Dictionary of Arguments

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Context, context dependency: sentences, words and texts depend to a varying extent on the addition of additional information to eliminate ambiguities. In particular, the use of index words such as "here", "now", but also of pronouns like "mine" leads to indeterminacy of the reference. The additional information may possibly be taken from an already existing information set, whereby the sentences to be examined, words or texts, form a subset of this more comprehensive set. Such a more comprehensive amount of information already existing elsewhere is called context. See also dependency, ambiguity, indeterminacy, discovery.

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Annotation: The above characterizations of concepts are neither definitions nor exhausting presentations of problems related to them. Instead, they are intended to give a short introduction to the contributions below. – Lexicon of Arguments.

 
Author Item Summary Meta data
I 229
Context/internet/free speech/Zittrain: Contextualization suggests that the aim of an informational system should be to allow those who are characterized within it to augment the picture provided by a single snippet with whatever information, explanation, or denial that they think
I 230
helps frame what is portrayed. Civil libertarians have long suggested that the solution to bad speech is more speech while realizing the difficulties of linking the second round of speech to the first without infringing the rights of the first speaker.(1) […]There is also the worry that the fog of information generated by a free-for-all is no way to have people discern facts from lies. Generative networks invite us to find ways to reconcile these views. We can design protocols to privilege those who are featured or described online so that they can provide their own framing linked to their depictions. This may not accord with our pre-Web expectations: it may be useful for a private newspaper to provide a right of reply to its subjects, but such an entity would quickly invoke a First Amendment—style complaint of compelled speech if the law were to provide for routine rights of reply in any but the narrowest of circumstances. (2) And many of us might wish to discuss Holocaust deniers or racists without giving them a platform to even link to a reply.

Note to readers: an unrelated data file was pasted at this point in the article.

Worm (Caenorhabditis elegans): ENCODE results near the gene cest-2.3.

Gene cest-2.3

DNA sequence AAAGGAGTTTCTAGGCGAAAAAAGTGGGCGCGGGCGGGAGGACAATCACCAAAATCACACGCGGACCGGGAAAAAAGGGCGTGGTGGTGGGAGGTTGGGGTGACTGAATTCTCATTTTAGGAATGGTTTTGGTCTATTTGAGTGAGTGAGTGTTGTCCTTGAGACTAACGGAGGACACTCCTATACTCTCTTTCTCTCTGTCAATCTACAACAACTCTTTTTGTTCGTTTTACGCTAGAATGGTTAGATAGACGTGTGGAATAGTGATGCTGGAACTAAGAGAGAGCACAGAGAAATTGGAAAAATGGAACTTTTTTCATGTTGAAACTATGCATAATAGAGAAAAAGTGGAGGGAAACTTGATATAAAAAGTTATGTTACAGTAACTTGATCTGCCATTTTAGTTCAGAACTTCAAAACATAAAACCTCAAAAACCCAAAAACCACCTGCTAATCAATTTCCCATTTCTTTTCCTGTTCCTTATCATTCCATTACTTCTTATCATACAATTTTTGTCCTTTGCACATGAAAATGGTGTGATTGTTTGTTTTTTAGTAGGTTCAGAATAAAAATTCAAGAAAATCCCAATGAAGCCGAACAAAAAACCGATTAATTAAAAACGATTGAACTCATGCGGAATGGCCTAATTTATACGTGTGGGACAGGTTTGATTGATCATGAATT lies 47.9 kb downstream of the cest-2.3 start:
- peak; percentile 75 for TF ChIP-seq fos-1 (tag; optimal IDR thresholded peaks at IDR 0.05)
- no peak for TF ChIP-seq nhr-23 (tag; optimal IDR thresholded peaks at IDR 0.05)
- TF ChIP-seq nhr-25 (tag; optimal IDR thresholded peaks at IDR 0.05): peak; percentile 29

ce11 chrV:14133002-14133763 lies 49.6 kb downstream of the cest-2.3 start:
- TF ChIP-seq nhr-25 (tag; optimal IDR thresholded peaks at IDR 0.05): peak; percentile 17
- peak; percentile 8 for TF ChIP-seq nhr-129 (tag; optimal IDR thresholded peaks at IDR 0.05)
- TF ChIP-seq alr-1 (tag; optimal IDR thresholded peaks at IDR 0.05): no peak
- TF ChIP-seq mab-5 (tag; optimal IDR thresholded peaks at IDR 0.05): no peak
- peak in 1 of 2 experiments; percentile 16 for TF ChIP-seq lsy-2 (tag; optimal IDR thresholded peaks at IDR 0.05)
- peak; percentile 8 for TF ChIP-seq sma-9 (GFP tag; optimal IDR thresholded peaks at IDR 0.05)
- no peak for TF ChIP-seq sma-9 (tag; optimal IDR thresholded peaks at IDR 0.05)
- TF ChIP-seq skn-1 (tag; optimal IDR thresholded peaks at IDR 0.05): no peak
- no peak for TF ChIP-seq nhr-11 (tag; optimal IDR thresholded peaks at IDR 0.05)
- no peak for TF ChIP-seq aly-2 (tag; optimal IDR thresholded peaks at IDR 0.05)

The Harvard Kennedy School’s Joseph Nye has suggested that a site like urban legend debunker snopes.com be instituted for reputation, a place that people would know to check to get the full story when they see something scandalous but decontextu-alized online. (3)

1. See, e.g., RICHARD DELGADO & JEAN STEFANCIC, UNDERSTANDING WORDS THAT WOUND 207 (2004).
2. This kind of compelled speech would not be unprecedented. For much of the twentieth century, the FCC’s Fairness Doctrine forced broadcasters to air controversial public interest stories and provide opposing viewpoints on those issues. See Steve Rendall, The Fairness Doctrine: How We Lost It and Why We Need It Back, EXTRA!, Jan./Feb. 2005, http://www.fair.org/index.php?page=2053. Under President Reagan, the FCC repealed this doctrine in 1987. Id. Despite this administrative change, the Supreme Court has consistently interpreted the First Amendment to include the right not to speak in a line of compelled speech cases. See, e.g., Keller v. State Bar of Cal., 496 U.S. 1 (1990) (holding that lawyers could not be forced to pay bar association fees to support political messages with which they disagreed); Abood v. Detroit Bd. of Educ, 433 U.S. 915 (1977) (holding that teachers could not be forced to pay union fees to support political messages with which they disagreed).
3. Posting of Joseph Nye to The Huffington Post, Davos Day 3: Internet Privacy and Reputational Repair Sites, http://www.huffingtonpost.com/joseph-nye/davos-day-3-inter-net-pri_b_39750.html (Jan. 26, 2007, 18:14 EST).


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Explanation of symbols: Roman numerals indicate the source, arabic numerals indicate the page number. The corresponding books are indicated on the right hand side. ((s)…): Comment by the sender of the contribution.
The note [Author1]Vs[Author2] or [Author]Vs[term] is an addition from the Dictionary of Arguments. If a German edition is specified, the page numbers refer to this edition.

Zittrain I
Jonathan Zittrain
The Future of the Internet--And How to Stop It New Haven 2009


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Ed. Martin Schulz, access date 2019-03-25
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